Are Trade Deficits Bad?

January 27, 2017


Trump often cites a $60 billion trade deficit with Mexico that he blames on a bad deal — the NAFTA (The North American Free Trade Agreement enacted in 1994 that reduced and then eliminated export/import taxes between Mexico and the U.S.) 

According to the U.S. Office of the U.S. Trade Representative website, the U.S. trade deficit between the U.S. and Mexico was $49 billion in 2015. [] 

What this means is that Mexico is exporting “more” goods and services into the U.S. than we are towards Mexico. In 2015, Mexico exported $316.4 billion into U.S., (which means the U.S. companies “paid” Mexican companies that much money). We exported $267.2 billion into Mexico in 2015. So that leaves us a trade deficit of $49.2 billion.

It sounds bad, so I Googled, “Are Trade Deficits Bad?” — and read two interesting articles. I’ll link them below. Basically, trade deficits aren’t always a bad thing, as it can mean the U.S. economy is strong with various U.S. businesses able to “buy” from other countries.

A trade deficit is a sign that American consumers are “buying” the things that are imported here (have you ever bought anything that was made in China?) — maybe you buy it because it’s cheaper — and by doing that, U.S. companies make profits, so we buy more and make more money. More richer Americans — but this can mean less jobs for people who depend on manufacturing and making goods — which was one of Trump’s many campaign points. 

So a trade deficit isn’t always bad — for example, the U.S. had a trade surplus during the Great Depression and a very low trade deficit in 1991, around the time there was a recession. So a trade deficit isn’t always bad, and that’s something new I learned today.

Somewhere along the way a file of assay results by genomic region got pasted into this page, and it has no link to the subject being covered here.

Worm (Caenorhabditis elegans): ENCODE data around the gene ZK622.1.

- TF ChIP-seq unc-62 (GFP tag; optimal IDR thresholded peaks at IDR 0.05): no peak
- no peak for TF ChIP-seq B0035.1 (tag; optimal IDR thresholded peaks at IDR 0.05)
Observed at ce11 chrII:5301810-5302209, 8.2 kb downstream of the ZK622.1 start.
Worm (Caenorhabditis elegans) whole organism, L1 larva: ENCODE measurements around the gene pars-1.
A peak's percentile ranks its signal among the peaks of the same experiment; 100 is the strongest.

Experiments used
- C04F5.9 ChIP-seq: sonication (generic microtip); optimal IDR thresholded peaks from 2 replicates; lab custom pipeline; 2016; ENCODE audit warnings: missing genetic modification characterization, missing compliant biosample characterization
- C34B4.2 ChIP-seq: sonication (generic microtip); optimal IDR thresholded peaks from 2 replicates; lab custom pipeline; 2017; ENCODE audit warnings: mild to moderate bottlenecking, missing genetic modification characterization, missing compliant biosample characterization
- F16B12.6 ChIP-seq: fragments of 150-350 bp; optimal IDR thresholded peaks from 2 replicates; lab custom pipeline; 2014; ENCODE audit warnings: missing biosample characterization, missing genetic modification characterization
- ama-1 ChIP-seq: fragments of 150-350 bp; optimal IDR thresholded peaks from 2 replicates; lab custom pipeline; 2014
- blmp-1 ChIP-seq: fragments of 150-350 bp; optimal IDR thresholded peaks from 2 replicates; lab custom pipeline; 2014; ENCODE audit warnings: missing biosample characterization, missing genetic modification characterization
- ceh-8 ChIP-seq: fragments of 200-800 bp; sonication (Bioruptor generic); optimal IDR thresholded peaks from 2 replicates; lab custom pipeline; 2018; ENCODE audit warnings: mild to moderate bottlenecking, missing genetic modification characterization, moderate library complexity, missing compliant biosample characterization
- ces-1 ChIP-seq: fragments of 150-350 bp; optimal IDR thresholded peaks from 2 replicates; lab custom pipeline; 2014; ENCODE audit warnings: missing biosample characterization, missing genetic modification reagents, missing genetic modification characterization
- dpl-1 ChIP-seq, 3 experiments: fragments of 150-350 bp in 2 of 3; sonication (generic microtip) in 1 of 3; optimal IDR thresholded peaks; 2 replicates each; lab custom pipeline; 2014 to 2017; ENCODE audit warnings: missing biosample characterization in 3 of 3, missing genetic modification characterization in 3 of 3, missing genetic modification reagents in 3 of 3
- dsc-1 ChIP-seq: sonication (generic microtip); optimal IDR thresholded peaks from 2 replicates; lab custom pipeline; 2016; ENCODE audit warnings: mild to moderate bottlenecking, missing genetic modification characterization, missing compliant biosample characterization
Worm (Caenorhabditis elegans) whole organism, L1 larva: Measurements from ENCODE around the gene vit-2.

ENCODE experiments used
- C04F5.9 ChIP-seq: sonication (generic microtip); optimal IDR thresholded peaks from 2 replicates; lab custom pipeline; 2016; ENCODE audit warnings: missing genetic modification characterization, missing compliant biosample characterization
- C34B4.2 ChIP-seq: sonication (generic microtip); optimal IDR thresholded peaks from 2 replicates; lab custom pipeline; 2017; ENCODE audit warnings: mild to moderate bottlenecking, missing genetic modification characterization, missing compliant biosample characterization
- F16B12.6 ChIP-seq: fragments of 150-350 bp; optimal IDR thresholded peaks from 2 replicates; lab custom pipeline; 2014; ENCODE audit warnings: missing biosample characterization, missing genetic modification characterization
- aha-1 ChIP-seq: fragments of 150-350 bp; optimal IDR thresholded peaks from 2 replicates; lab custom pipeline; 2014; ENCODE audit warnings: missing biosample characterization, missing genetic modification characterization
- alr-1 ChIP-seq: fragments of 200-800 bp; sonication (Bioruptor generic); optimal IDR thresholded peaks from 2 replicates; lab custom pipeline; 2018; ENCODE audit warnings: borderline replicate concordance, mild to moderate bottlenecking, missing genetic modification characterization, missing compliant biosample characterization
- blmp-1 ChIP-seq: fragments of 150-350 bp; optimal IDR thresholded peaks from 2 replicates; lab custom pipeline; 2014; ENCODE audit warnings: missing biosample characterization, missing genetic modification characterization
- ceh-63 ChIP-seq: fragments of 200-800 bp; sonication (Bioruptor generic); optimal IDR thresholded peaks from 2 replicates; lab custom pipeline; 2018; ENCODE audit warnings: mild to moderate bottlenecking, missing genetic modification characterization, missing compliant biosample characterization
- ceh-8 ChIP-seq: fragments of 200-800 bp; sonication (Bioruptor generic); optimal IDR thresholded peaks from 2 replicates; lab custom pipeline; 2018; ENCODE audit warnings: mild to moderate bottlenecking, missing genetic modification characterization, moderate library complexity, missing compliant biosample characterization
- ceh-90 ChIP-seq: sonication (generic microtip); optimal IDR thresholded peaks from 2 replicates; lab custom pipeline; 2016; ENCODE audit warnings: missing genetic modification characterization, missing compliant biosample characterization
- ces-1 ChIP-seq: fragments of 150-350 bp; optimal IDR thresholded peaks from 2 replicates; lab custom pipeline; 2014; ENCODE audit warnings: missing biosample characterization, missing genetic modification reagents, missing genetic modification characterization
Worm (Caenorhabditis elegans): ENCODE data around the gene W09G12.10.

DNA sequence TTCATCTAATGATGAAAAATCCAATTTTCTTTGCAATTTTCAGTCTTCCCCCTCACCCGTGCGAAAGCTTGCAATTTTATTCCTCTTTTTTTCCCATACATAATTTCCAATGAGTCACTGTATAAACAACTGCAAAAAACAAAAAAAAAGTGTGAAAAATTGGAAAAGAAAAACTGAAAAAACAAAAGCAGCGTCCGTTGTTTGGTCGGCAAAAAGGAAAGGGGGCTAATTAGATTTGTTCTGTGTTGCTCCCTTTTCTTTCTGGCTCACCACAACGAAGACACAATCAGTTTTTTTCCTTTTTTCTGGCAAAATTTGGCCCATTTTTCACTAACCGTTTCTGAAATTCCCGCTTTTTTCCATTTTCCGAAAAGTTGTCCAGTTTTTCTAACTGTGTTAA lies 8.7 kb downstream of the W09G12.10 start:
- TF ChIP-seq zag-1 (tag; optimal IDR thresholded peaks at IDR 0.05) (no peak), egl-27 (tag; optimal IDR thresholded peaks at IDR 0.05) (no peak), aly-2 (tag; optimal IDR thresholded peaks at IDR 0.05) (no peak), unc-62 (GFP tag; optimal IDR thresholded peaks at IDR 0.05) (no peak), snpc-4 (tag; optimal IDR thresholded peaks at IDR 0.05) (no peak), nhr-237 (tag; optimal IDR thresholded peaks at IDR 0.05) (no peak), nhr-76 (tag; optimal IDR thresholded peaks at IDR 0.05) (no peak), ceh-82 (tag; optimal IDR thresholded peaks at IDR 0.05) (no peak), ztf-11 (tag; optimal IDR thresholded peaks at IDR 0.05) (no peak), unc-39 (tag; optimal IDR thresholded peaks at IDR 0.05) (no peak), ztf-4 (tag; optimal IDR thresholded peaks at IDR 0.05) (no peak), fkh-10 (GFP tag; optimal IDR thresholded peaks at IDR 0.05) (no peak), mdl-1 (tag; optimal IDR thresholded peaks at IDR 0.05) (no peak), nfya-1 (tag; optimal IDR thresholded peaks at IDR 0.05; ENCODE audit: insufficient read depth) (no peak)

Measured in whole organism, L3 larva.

But if we “get tough on trade” and impose or increase tariffs on other countries to import here, it can cause the cost of imports to increase, which makes things more expensive, which means U.S. businesses might not make the same kind of investments and profits, which will have an impact. It’s a ripple effect. 

Mexico is only the first country Trump has targeted on trade with the 20% border tax (import tax). We know he’s already talked plenty about China, and if the U.S. wants to do something drastic with them, it can have a big impact on the world economy, it might benefit China, or it might benefit us. Can companies that have been using foregin labor survive? There are a lot of possible scenarios and questions. 

During Trump’s speech today, he said he wanted to do one-on-one deals with various countries — and if they didn’t give a good deal or refused to cooperate, the U.S. would send them a 30-day notice of termination and use that as leverage to renegotiate. 

Tomorrow Trump will meet with Theresa May, the UK’s PM. Trump said he will negotiate with Thersea by himself — since the Senate have not yet confirmed his commerce secretary, Wilbur Ross.



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